Results 1 to 8 of 8

Thread: Marple Chisels Old vs. New

  1. #1
    Join Date
    Feb 2012
    Location
    Tucson, AZ
    Posts
    1,852

    Marple Chisels Old vs. New

    As usual I awoke early, too early to bang around in the shop. What will usually occupy my early morning time is just putzing around cleaning the shop or sharpening iron. This morning what caught my eye was a set of post WWII Marples London pattern firmer chisels. I picked them up several months ago on a whim, not a clue why because I will usually pass on post war chisels. Let's cut to the chase.

    As I was looking them over I was surprised by the weight and feel of the chisels. They felt heavy and unbalanced. I just happen to have a pre-WWII London pattern firmer to do a A&B comparison. The pre-war chisel weighed in at 92g, the post-war 102g. Handle size was also different. Pre-war handle measured just under 25mm, post-war just over 26mm. Anyway small differences but with a big difference in "feel".

    A photo of the two:

    marpleChiselsOldVsNew.jpg

    Pre-War on top. Some of the weight and length difference could be because of the number of sharpening but the post-War handle is much bigger.

    I haven't used the post-war chisels yet so no clue as to the quality of the iron. Anyway something to amuse and keep from waking MsBubba too early.

    ken

  2. #2
    Join Date
    Nov 2007
    Location
    Sioux City, IA
    Posts
    762
    Blog Entries
    3
    I have nothing that old - but my blue handle most often used chisels are marked Sheffiled. Not sure that makes them any different than the Irwin, but my wife bought them for me when I got into woodworking about 20 years ago.

  3. #3
    Join Date
    Feb 2012
    Location
    Tucson, AZ
    Posts
    1,852
    Quote Originally Posted by Don Dorn View Post
    I have nothing that old - but my blue handle most often used chisels are marked Sheffiled. Not sure that makes them any different than the Irwin, but my wife bought them for me when I got into woodworking about 20 years ago.
    Don,

    I've never used the blue handled Marples, my chisel jones has been for the boxwood carver handled or the Ash London pattern ones. I would expect the steel of your 20 year old chisels is as good as any, I know a lot of woodworkers swear by them.

    ken

  4. #4
    Join Date
    Aug 2012
    Location
    Missouri
    Posts
    1,179
    Ken, it would be interesting to find out why the change occurred. Was it re-adapting machinery used during the war years? Was it just someone saying that people are larger, with bigger hands? Was it a labor problem because so many were lost? Or was it just someone deciding that the previous model was too "old school" and needed modernization. It's kinda like a '47 Hudson looks similar to a tank or a DC 6 looks a lot like a B 17. Maybe a handle for a machine gun adapted to a chisel?
    Jim

  5. #5
    Join Date
    Feb 2012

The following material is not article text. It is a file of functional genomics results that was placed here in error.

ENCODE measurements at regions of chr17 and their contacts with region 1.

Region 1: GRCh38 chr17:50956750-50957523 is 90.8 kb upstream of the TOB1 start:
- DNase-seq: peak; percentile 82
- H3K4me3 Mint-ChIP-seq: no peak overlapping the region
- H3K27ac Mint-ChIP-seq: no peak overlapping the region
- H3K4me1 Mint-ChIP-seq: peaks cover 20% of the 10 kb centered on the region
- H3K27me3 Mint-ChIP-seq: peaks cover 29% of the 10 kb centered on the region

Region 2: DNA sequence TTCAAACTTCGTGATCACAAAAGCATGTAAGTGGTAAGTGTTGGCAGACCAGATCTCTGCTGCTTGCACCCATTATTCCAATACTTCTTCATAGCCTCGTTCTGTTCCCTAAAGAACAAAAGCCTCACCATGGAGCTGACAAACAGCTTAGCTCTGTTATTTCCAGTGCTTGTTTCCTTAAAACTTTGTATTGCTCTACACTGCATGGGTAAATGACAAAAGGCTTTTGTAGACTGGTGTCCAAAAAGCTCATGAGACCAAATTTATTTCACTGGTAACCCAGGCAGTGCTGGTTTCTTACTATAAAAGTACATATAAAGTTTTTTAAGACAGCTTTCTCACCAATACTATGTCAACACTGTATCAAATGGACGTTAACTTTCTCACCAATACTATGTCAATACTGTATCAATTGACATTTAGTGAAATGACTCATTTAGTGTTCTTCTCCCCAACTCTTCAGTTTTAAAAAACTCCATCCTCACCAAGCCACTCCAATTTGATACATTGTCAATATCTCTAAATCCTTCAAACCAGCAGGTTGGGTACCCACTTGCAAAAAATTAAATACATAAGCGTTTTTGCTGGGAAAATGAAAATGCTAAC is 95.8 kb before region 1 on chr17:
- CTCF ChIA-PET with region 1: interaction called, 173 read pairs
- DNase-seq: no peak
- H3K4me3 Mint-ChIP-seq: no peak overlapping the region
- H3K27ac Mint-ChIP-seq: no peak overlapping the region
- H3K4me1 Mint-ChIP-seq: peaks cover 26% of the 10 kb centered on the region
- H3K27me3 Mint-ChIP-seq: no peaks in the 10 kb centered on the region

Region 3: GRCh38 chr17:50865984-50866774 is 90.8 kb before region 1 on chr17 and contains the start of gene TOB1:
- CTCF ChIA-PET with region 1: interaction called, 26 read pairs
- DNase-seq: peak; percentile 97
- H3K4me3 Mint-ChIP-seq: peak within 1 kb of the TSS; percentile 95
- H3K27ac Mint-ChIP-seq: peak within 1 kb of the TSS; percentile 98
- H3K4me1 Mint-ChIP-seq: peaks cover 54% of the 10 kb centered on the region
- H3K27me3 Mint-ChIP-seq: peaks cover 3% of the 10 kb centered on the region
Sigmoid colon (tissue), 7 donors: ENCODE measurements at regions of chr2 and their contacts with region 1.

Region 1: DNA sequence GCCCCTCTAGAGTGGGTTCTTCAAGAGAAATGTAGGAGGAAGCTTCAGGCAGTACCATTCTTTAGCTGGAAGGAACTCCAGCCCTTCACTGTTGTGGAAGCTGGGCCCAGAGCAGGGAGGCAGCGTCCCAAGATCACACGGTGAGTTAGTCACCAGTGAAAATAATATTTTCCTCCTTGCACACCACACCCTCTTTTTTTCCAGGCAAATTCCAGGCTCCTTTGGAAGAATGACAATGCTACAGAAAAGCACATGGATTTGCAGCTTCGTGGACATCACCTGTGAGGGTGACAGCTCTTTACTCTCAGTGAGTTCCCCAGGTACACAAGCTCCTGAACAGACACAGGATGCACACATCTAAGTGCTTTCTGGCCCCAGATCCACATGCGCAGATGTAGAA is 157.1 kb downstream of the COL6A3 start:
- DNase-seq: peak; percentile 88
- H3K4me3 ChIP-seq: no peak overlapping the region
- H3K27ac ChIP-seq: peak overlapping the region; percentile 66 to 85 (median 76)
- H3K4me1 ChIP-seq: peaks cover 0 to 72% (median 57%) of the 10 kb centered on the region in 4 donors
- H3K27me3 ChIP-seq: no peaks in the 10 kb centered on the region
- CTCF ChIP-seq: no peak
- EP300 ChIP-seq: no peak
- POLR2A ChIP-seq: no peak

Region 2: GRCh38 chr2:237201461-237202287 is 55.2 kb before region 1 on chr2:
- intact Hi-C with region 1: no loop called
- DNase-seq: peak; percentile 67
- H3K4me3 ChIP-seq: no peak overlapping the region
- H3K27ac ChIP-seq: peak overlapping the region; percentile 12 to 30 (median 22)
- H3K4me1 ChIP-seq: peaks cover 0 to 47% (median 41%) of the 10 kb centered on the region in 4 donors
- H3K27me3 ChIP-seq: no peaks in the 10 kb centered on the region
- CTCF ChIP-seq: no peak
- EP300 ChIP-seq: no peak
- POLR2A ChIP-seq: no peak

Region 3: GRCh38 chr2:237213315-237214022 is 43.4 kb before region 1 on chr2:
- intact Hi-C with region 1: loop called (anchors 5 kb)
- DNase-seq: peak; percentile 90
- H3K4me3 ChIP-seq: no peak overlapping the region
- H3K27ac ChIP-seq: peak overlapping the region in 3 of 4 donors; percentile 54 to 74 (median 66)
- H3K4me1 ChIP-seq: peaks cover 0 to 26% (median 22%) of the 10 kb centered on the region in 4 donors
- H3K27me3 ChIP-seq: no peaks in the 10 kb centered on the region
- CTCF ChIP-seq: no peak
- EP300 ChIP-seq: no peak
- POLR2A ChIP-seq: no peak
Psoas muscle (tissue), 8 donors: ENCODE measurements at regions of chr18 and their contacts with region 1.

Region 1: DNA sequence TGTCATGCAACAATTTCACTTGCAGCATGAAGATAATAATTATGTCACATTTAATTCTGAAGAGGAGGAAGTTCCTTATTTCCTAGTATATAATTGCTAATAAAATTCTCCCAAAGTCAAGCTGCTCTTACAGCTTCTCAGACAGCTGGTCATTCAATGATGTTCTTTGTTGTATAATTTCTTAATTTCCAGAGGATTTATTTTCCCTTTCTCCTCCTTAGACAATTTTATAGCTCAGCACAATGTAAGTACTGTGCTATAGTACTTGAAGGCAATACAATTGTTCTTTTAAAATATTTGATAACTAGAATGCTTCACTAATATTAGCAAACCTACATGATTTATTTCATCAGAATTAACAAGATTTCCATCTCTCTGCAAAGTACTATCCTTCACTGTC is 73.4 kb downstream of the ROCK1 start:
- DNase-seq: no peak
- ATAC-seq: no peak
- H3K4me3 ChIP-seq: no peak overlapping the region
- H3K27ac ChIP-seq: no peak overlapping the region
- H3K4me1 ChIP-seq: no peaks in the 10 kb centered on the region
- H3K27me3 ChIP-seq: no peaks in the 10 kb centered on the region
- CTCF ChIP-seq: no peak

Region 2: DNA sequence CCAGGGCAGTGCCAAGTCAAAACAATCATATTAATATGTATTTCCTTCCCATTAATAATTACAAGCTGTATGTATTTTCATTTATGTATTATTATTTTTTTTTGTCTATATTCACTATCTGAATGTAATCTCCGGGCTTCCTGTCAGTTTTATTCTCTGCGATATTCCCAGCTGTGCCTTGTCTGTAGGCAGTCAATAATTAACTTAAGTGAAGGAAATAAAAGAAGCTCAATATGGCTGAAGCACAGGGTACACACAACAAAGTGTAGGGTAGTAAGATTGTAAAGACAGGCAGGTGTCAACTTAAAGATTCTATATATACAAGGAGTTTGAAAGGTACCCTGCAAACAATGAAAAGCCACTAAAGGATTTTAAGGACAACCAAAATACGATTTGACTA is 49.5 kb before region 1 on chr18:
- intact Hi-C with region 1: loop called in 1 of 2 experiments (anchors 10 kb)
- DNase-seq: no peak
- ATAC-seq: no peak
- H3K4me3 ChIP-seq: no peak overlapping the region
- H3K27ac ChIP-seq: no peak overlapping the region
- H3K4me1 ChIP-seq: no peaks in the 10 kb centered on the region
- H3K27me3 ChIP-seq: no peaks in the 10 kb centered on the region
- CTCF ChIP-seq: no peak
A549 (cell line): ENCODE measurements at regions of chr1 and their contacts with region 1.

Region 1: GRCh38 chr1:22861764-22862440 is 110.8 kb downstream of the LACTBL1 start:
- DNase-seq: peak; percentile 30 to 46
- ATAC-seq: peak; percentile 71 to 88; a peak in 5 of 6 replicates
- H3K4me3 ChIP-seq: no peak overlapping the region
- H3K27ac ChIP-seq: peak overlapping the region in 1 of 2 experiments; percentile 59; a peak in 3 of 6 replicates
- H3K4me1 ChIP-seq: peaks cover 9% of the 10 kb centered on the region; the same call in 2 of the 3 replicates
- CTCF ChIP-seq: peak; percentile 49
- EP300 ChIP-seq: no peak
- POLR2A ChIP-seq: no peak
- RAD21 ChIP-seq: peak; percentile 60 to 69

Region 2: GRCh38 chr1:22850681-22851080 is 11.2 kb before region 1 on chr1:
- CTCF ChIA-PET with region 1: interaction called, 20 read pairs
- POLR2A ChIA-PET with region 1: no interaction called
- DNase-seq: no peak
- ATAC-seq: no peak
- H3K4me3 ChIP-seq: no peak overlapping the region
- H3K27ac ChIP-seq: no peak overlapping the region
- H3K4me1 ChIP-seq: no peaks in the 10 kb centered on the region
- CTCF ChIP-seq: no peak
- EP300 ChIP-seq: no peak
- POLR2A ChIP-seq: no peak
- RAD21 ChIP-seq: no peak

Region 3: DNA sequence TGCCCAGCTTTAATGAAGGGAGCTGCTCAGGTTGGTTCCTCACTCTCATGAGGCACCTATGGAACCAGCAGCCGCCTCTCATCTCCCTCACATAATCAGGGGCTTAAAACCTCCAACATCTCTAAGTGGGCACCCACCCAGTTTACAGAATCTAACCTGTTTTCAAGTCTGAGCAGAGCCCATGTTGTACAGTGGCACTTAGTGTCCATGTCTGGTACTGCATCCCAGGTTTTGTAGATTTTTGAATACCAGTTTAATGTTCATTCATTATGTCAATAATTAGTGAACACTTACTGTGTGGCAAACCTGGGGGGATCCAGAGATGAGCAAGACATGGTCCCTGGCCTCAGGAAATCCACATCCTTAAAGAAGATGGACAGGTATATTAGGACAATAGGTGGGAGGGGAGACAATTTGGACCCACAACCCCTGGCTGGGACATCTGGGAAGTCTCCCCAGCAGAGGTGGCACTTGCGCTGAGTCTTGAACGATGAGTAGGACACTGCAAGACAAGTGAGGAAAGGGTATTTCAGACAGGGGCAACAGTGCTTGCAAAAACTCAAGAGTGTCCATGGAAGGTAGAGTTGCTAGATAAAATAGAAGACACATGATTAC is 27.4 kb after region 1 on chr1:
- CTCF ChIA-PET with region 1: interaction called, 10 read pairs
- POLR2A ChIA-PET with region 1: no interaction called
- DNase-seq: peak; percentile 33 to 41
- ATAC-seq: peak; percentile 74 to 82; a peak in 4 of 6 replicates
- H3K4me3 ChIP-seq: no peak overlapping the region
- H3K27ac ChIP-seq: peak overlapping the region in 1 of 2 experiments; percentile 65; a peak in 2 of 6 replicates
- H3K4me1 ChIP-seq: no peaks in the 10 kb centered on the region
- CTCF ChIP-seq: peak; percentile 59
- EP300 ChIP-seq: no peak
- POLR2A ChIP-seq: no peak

Location
    Tucson, AZ
    Posts
    1,852
    Quote Originally Posted by James Pallas View Post
    Ken, it would be interesting to find out why the change occurred. Was it re-adapting machinery used during the war years? Was it just someone saying that people are larger, with bigger hands? Was it a labor problem because so many were lost? Or was it just someone deciding that the previous model was too "old school" and needed modernization. It's kinda like a '47 Hudson looks similar to a tank or a DC 6 looks a lot like a B 17. Maybe a handle for a machine gun adapted to a chisel?
    Jim
    Jim,

    The difference surprised me and like you it would be interesting to know "why the change". The little pre-war chisel is one of my favorites, it has perfect balance, is light in hand and just a joy to use. The later chisels no so much. IIRC the reason I bought the later chisels was because good early London pattern chisels are getting hard to find and this was a four chisel set that looked in reasonable shape. I figured even if the steel isn't up to the quality of pre-war chisels I could live with it because of total balance of the chisels. That may still be the case but there is a difference in feel.

    ken

  6. #6
    Join Date
    Oct 2005
    Location
    Helensburgh, Australia
    Posts
    2,019
    Donning tin foil hat and advancing a theory of why. During the war a lot of unskilled labour was used to build stuff out of wood including boats and aircraft so it could be conceivable that they increased the heft of the chisels to limit breakages and never reverted to the old style after the war.
    Chris

    Everything I like is either illegal, immoral or fattening

  7. #7
    Join Date
    Feb 2012
    Location
    Tucson, AZ
    Posts
    1,852
    Quote Originally Posted by Chris Parks View Post
    Donning tin foil hat and advancing a theory of why. During the war a lot of unskilled labour was used to build stuff out of wood including boats and aircraft so it could be conceivable that they increased the heft of the chisels to limit breakages and never reverted to the old style after the war.
    Chris,

    As good a guess as any . Another, we went through a period of bigger is better and maybe marketing got ahold of 'em. I'll bet the users had no input.

    ken

  8. #8
    Also - pre-war most chisels were available in almost a dozen handle profiles as well as unhandled versions "standard". After the war - demand was very high due to the effort rebuilding Europe, Asia, and Africa... They seem to have cut down on available options...

Posting Permissions

  • You may not post new threads
  • You may not post replies
  • You may not post attachments
  • You may not edit your posts
  •